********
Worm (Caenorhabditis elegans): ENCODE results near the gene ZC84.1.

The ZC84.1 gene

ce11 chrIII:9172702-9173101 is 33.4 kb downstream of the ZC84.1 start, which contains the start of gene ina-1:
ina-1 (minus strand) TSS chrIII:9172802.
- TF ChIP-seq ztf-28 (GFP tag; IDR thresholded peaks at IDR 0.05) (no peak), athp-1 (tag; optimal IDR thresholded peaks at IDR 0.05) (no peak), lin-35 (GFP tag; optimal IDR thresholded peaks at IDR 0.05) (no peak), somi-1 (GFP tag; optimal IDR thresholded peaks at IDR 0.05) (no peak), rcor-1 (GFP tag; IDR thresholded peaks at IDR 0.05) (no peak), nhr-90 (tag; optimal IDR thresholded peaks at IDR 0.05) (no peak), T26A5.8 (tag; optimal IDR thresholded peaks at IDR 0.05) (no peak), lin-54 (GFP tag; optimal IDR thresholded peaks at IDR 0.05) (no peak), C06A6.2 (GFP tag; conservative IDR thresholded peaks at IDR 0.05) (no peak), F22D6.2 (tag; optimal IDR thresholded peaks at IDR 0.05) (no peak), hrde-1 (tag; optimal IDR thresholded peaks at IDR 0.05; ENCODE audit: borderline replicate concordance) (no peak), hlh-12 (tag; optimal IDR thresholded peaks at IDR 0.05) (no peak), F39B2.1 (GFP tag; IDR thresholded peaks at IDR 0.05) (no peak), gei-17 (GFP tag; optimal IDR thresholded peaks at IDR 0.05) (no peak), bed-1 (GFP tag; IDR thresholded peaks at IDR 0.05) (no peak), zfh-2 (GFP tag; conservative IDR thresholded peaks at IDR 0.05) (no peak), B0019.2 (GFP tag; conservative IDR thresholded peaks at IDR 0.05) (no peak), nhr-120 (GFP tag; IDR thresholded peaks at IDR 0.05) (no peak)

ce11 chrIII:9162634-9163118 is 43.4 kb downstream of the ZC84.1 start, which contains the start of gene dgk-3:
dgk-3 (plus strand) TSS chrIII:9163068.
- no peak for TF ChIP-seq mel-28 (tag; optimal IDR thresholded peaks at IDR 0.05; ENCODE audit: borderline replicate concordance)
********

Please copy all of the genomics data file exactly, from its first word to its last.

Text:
Worm (Caenorhabditis elegans): ENCODE results near the gene ZC84.1.

The ZC84.1 gene

ce11 chrIII:9172702-9173101 is 33.4 kb downstream of the ZC84.1 start, which contains the start of gene ina-1:
ina-1 (minus strand) TSS chrIII:9172802.
- TF ChIP-seq ztf-28 (GFP tag; IDR thresholded peaks at IDR 0.05) (no peak), athp-1 (tag; optimal IDR thresholded peaks at IDR 0.05) (no peak), lin-35 (GFP tag; optimal IDR thresholded peaks at IDR 0.05) (no peak), somi-1 (GFP tag; optimal IDR thresholded peaks at IDR 0.05) (no peak), rcor-1 (GFP tag; IDR thresholded peaks at IDR 0.05) (no peak), nhr-90 (tag; optimal IDR thresholded peaks at IDR 0.05) (no peak), T26A5.8 (tag; optimal IDR thresholded peaks at IDR 0.05) (no peak), lin-54 (GFP tag; optimal IDR thresholded peaks at IDR 0.05) (no peak), C06A6.2 (GFP tag; conservative IDR thresholded peaks at IDR 0.05) (no peak), F22D6.2 (tag; optimal IDR thresholded peaks at IDR 0.05) (no peak), hrde-1 (tag; optimal IDR thresholded peaks at IDR 0.05; ENCODE audit: borderline replicate concordance) (no peak), hlh-12 (tag; optimal IDR thresholded peaks at IDR 0.05) (no peak), F39B2.1 (GFP tag; IDR thresholded peaks at IDR 0.05) (no peak), gei-17 (GFP tag; optimal IDR thresholded peaks at IDR 0.05) (no peak), bed-1 (GFP tag; IDR thresholded peaks at IDR 0.05) (no peak), zfh-2 (GFP tag; conservative IDR thresholded peaks at IDR 0.05) (no peak), B0019.2 (GFP tag; conservative IDR thresholded peaks at IDR 0.05) (no peak), nhr-120 (GFP tag; IDR thresholded peaks at IDR 0.05) (no peak)

ce11 chrIII:9162634-9163118 is 43.4 kb downstream of the ZC84.1 start, which contains the start of gene dgk-3:
dgk-3 (plus strand) TSS chrIII:9163068.
- no peak for TF ChIP-seq mel-28 (tag; optimal IDR thresholded peaks at IDR 0.05; ENCODE audit: borderline replicate concordance)